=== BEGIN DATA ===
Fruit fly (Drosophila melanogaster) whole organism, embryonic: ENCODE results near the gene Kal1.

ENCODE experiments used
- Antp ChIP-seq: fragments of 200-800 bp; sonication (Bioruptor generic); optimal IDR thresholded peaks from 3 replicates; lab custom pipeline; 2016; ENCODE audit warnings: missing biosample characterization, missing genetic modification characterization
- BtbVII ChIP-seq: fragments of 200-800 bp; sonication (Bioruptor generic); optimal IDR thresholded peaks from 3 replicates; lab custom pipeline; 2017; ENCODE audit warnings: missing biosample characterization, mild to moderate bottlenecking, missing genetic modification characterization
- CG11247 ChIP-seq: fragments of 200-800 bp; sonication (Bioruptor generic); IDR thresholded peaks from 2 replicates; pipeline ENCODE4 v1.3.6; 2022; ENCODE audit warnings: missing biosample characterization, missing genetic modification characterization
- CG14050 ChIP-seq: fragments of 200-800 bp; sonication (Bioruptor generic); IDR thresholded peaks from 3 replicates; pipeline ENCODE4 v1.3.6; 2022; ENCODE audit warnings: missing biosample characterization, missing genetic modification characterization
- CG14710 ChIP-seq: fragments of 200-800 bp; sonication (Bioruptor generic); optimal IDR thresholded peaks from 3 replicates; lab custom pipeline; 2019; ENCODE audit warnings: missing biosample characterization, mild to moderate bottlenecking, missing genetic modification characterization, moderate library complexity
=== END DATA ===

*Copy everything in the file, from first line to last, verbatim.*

Fruit fly (Drosophila melanogaster) whole organism, embryonic: ENCODE results near the gene Kal1.

ENCODE experiments used
- Antp ChIP-seq: fragments of 200-800 bp; sonication (Bioruptor generic); optimal IDR thresholded peaks from 3 replicates; lab custom pipeline; 2016; ENCODE audit warnings: missing biosample characterization, missing genetic modification characterization
- BtbVII ChIP-seq: fragments of 200-800 bp; sonication (Bioruptor generic); optimal IDR thresholded peaks from 3 replicates; lab custom pipeline; 2017; ENCODE audit warnings: missing biosample characterization, mild to moderate bottlenecking, missing genetic modification characterization
- CG11247 ChIP-seq: fragments of 200-800 bp; sonication (Bioruptor generic); IDR thresholded peaks from 2 replicates; pipeline ENCODE4 v1.3.6; 2022; ENCODE audit warnings: missing biosample characterization, missing genetic modification characterization
- CG14050 ChIP-seq: fragments of 200-800 bp; sonication (Bioruptor generic); IDR thresholded peaks from 3 replicates; pipeline ENCODE4 v1.3.6; 2022; ENCODE audit warnings: missing biosample characterization, missing genetic modification characterization
- CG14710 ChIP-seq: fragments of 200-800 bp; sonication (Bioruptor generic); optimal IDR thresholded peaks from 3 replicates; lab custom pipeline; 2019; ENCODE audit warnings: missing biosample characterization, mild to moderate bottlenecking, missing genetic modification characterization, moderate library complexity